Federal Court Decision Makes False Claims Act Suits Against Medicaid Dentists Problematic

Christine Ellis testifying in Washington
Dr. Christine Ellis testifying in Washington

Since 2012, there have been a large number of outstanding but here-to-date sealed False Claims Act lawsuits against Texas dentists who billed Medicaid for orthodontic treatment from 2007 to 2011.

Some are known and high profile but there are 46 pages of Medicaid dentists’ names who don’t even know they are being sued yet.

These lawsuits were brought forward by Dr. Christine Ellis, the UT Southwestern orthodontist who testified before a congressional committee in Washington in April 2012 about massive Medicaid fraud in orthodontic billings by Texas dentists. Her qui tam lawsuits against the dentists were filed by the Dallas law firm Waters and Kraus and are to be prosecuted by the Civil Medicaid Fraud division of the Office of Attorney General.

There has not been much action on these lawsuits as of yet but there is now some good news for those who might be involved.

Federal court rules that difference in clinical judgment alone does not constitute falsity

Considering that the state as yet been able to prove any such allegations against any Medicaid dentist or orthodontist, a recent summary decision by a federal court in an Alabama case may well prove the death knell for these outstanding Texas qui tam cases.

The decision was made by U.S. District Court for the Northern District of Alabama in the case of hospice provider AseraCare which was being sued by the federal government on allegations that the company’s doctors had improperly certified terminally ill patients as being qualified for hospice care, based on allegations from former employees. The government’s one expert witness in reviewing 123 cases concurred and disputed the original diagnosis of “medical necessity” by the company doctors.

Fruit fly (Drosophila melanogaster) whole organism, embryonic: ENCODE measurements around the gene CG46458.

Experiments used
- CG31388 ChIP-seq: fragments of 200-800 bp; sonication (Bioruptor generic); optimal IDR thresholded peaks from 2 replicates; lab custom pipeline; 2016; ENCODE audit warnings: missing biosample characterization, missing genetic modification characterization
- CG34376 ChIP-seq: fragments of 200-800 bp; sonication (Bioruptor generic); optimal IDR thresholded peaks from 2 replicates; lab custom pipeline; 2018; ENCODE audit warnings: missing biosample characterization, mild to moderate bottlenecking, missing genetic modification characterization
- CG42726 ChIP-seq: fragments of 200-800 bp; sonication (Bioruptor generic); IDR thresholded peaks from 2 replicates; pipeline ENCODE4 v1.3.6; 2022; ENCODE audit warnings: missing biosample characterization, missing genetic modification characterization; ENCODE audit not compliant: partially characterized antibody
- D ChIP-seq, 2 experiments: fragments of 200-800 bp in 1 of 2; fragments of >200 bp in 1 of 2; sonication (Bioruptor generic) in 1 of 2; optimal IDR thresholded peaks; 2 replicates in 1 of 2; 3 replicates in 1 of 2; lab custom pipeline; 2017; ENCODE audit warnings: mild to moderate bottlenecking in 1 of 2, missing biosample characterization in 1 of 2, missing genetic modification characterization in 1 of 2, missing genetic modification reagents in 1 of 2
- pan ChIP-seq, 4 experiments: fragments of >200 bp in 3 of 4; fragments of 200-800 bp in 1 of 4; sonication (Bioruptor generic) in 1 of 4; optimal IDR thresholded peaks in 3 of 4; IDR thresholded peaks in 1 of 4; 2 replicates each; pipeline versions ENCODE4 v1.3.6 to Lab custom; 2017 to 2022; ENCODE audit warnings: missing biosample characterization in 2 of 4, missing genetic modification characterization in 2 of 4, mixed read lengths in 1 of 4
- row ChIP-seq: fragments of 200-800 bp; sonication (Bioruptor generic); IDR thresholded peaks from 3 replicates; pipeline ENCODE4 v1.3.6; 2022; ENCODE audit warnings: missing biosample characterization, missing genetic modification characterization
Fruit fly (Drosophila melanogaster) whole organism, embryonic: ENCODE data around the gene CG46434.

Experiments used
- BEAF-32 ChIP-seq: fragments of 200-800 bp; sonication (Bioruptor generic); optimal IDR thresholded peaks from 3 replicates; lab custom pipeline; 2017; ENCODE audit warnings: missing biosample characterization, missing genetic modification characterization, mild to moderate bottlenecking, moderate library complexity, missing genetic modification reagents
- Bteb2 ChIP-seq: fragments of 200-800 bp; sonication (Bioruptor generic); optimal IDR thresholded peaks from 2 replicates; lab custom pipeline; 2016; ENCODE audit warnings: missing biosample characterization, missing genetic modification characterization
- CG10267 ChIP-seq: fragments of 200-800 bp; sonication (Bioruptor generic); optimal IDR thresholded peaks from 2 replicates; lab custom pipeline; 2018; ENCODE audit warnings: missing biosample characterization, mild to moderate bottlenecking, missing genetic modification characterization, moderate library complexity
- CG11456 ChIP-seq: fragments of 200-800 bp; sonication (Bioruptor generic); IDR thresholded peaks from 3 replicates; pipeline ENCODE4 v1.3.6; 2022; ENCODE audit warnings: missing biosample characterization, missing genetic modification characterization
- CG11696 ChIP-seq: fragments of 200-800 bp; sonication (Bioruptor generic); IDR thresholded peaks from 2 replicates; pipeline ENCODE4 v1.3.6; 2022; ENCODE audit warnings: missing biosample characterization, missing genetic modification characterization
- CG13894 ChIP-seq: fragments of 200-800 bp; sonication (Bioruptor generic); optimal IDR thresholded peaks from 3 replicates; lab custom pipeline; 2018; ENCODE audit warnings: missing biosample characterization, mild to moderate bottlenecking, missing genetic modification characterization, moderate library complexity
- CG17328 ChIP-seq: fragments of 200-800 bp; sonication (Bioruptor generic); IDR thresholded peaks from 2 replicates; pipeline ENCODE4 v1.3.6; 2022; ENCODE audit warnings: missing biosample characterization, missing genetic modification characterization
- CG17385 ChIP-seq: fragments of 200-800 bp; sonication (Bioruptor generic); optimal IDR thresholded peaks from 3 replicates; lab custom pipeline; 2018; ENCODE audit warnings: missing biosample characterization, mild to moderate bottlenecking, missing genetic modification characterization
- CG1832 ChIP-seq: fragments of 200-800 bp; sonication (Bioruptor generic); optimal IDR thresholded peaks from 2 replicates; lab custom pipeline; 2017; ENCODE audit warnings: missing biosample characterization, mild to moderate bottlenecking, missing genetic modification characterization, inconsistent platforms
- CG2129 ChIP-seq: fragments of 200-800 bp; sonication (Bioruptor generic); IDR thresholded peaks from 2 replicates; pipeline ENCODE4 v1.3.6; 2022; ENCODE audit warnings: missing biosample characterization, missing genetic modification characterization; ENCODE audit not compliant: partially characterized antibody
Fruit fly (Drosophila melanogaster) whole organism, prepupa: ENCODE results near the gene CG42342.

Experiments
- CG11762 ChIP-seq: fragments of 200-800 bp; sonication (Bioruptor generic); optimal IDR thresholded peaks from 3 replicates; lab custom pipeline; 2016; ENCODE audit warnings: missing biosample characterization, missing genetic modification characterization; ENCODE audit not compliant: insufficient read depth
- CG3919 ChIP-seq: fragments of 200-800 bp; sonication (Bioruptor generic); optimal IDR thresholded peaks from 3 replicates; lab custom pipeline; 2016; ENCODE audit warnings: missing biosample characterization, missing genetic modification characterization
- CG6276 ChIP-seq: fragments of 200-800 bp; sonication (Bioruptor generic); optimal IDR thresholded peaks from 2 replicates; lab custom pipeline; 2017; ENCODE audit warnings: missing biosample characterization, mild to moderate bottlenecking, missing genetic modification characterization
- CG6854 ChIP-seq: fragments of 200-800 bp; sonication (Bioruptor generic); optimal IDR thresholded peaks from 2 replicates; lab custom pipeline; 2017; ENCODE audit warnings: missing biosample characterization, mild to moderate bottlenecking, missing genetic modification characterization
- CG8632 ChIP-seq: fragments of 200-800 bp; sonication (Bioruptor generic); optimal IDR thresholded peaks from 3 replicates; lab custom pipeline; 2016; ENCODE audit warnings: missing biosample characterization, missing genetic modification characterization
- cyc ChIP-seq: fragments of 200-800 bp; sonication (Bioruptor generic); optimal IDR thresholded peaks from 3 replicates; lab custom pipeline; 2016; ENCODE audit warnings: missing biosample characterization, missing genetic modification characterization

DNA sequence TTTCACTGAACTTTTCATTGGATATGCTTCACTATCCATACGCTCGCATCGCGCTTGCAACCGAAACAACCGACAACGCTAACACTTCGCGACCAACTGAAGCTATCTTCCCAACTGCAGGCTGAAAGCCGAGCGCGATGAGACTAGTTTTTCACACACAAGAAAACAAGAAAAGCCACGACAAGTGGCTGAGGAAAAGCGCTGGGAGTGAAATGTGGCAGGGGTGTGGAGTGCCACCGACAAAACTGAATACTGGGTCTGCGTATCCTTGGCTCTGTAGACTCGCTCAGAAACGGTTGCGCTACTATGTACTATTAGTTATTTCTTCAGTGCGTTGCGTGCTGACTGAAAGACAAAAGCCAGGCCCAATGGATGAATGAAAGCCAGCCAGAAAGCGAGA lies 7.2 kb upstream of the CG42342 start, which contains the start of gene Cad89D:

The court, in its summary judgment, ruled that “contradiction based on clinical judgment or opinion alone cannot constitute falsity under the FCA as a matter of law.”

To rule otherwise would “totally eradicate the clinical judgment required of certifying physicians”

To be specific here is an analysis in the National Law Review by attorneys Lawrence M. Kraus, Lisa M. Noller, Judith A. Waltz of Foley & Lardner LLP who reviewed the court’s decision:

The United States, based on claims from former employees, alleged that Aseracare violated the FCA by submitting Certifications of Terminal Illness (COTIs) to obtain Medicare coverage for hospice care that did not accurately demonstrate a prognosis of a “life expectancy of 6 months of less if the terminal illness runs its normal course.” The six-month terminality prognosis establishes eligibility for hospice services, and while coverage does not end if the beneficiary lives beyond that time, many FCA hospice cases have been that these COTIs overstated terminality to establish initial hospice eligibility. The Court found, however, that the only evidence the US provided to prove that the COTIs were objectively “false” was the testimony of its own medical expert who reviewed the medical records for the patients at issue, years after the certifications had been obtained during the ordinary course of treatment. This evidence was insufficient, according to the Court.

When two or more medical experts look at the same medical records and reach different conclusions about whether those medical records support the certifying physicians’ COTIs, all that exists is a difference of opinion. This difference of opinion among experts regarding the patients’ hospice eligibility alone is not enough to provide falsity, and the Government has failed to point the court to any objective evidence of falsity.

To rule otherwise would “totally eradicate the clinical judgment required of certifying physicians” by Federal rules and regulations.

Decision applicable to other health care fields

The ruling led AseraCare counsel J. S. “Chris” Christie Jr. to tell Bloomberg news that the decision could be applicable to “many different health-care providers in different types of health-care settings” beyond hospice care.

While this article is not a legal opinion, it seems likely that there is now a great deal of doubt about whether the claims of government expert witnesses such as Ellis regarding the scoring of HLD score sheets and the “fraudulent” assignment of “medical necessity” for orthodontic treatment by Medicaid dentists are enough to prosecute these outstanding qui tam cases.  It is a difference of clinical judgment, barring other evidence.

FCA cases appear doomed

The most recent court decision, that by the 6th Court of Appeals in the Antoine Dental Center case, upheld the earlier administrative court finding that state expert witnesses in the Antoine case were not credible in their testimony regarding HLD scoring and that there was no evidence that the Antoine dentists had committed fraud.  This is the latest in a long line of court victories for Medicaid dentists.

With this federal court decision, the pending qui tam cases certainly sound like they might be very difficult to prosecute now.

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